Education

Back-door amnesty for secreted foreign funds

T.C.A.RAMANUJAM | Updated on: May 28, 2011

If an industrial house has secreted away funds abroad, Sec 115BBD gives it an opportunity to bring back the money and legitimise the same.

Right from the Supreme Court onwards, the one fiscal problem agitating the minds of enlightened citizens all over India relates to the problem of secreted funds kept in foreign banks without paying taxes. The Government would like to announce an amnesty scheme to enable account holders in foreign banks to bring home such funds so that the same can be used for developmental purposes.

Difficulty arises in this regard because of the undertaking given before the Supreme Court against bringing in such an amnesty scheme. The Government has now thought it fit to announce a scheme by way of amendment to the Income-Tax Act so as to enable remittance to India from abroad at a concessional rate.

At Para 146 of the Budget Speech, the Finance Minister said, “It has been represented that the taxation of foreign dividends in the hands of resident taxpayers at full rate is a disincentive for their repatriation to India and they continue to remain invested abroad. For the year 2011-12, I propose a lower rate of 15 per cent tax on dividends received by an Indian company from its foreign subsidiary. I do hope these funds will now flow to India”.

The Memorandum accompanying the Finance Bill explains how under the existing provisions of the Income-Tax Act, dividend received from foreign companies is taxable in the hands of the resident shareholder at his applicable marginal rate of tax.

Therefore, in case of Indian companies which receive foreign dividend, such dividend is taxable at the rate of 30 per cent plus applicable surcharge and cess. Finance Bill 2011 has inserted a new section to provide that where total income of an Indian company for the previous year relevant to the assessment year 2012-13 includes any income by way of dividend received from a foreign subsidiary company, then such dividends shall be taxable at the rate of 15 per cent (plus applicable surcharge and cess) on the gross amount of dividends. No expenditure in respect of such dividends shall be allowed under the Act.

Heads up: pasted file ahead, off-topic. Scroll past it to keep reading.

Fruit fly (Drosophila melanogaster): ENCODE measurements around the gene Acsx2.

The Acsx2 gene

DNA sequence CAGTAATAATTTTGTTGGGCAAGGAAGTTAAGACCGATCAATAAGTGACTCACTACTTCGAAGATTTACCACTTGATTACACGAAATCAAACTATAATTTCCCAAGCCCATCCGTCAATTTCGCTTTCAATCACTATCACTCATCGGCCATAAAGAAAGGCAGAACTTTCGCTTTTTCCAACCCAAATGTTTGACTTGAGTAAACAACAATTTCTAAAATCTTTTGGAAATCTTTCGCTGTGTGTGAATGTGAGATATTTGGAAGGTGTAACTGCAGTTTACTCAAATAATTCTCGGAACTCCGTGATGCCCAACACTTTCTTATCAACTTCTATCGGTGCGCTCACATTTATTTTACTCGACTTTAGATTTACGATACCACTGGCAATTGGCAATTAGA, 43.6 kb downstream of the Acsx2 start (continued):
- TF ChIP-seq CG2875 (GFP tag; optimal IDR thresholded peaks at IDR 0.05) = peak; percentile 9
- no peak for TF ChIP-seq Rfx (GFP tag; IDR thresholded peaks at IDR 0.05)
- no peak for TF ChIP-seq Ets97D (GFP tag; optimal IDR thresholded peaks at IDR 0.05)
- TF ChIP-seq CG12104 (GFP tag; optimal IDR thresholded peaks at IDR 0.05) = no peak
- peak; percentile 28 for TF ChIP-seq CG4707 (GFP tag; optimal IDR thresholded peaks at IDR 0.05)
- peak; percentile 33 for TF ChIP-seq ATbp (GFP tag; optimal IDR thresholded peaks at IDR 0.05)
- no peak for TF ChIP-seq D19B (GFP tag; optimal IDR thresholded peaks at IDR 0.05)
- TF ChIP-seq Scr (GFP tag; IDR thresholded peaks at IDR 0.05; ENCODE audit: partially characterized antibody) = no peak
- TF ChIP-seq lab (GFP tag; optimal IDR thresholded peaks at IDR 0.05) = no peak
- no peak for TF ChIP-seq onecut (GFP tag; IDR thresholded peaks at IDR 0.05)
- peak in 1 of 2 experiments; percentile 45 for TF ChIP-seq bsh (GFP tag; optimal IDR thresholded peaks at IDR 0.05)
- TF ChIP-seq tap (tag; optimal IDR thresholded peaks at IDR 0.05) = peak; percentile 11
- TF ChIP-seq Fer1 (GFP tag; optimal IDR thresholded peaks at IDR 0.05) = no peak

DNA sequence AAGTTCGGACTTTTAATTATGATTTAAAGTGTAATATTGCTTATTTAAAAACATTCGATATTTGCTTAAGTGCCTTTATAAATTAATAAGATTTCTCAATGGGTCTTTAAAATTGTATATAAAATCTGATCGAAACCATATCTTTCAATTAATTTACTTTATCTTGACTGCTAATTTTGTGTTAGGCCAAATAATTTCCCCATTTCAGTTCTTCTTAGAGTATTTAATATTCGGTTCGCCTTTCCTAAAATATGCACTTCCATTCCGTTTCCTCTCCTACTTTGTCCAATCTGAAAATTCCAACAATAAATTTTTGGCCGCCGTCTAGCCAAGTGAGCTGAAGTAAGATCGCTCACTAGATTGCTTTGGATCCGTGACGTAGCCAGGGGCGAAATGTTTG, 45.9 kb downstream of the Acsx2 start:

New Section 115BBD

The newly inserted Section 158BBD inserted with effect from April 1, 2012 declares,

Where the total income of an assessee, being an Indian company, for the previous year relevant to the assessment year beginning on the first day of April, 2012 includes any income by way of dividends declared, distributed or paid by a subsidiary foreign company, the income tax payable shall be the aggregate of the amount of income tax calculated on the income by way of such dividends, at the rate of 15 per cent.

Not withstanding anything contained in this Act, no deduction in respect of any expenditure or allowance shall be allowed to the assessee under any provisions of this Act in computing its income by way of dividends referred to in subsection (1).

For purpose of this clause, dividends will have the same meaning as given in Section 2(22) except sub clause (e) thereof. Section 115BBD (3) (ii) lays down that “subsidiary foreign company means, a foreign company in which the Indian company holds more than half in nominal value of the equity share capital of the company.

Reading the fine print

Not many will understand the implications of the newly inserted Section 115BBD. If an industrial house has secreted away funds in a Swiss bank account, it will now get an opportunity to bring back the money and legitimise the same by paying the concessional rate of tax.

All that it has to do is to set up a subsidiary in one of the innumerable tax havens and transfer funds from the secret Swiss bank account to the account of the newly formed subsidiary in another bank. The subsidiary will then send the moneys by way of dividends to the Indian holding company after creating a pretence of doing financial consultancy work in the tax havens. It would appear the tax havens abroad will only be too eager to register such subsidiary in as short a time as possible.

Remittance from the tax havens to the Indian account of the holding company in India will suffer a tax of 15 per cent. This tax rate is much lower than the rate of 18 per cent levied by Singapore. That is half of the rate that firms and individuals pay in India. No questions will be asked since tax has been paid. Black money in Swiss bank account can now be legitimised.

No wonder, those reading the fine print in the Budget papers have “spotted the beauty of the 15 per cent tax rule” and called it a back-door amnesty scheme.

It should be noted that the newly inserted Section 115BBD will be in operation only for one year, i.e the financial year ending 31.03.2012 relevant to the assessment year 2012-13. Make hay while the sun shines.

(The author is a former Chief Commissioner of Income-Tax.)

Published on May 21, 2011
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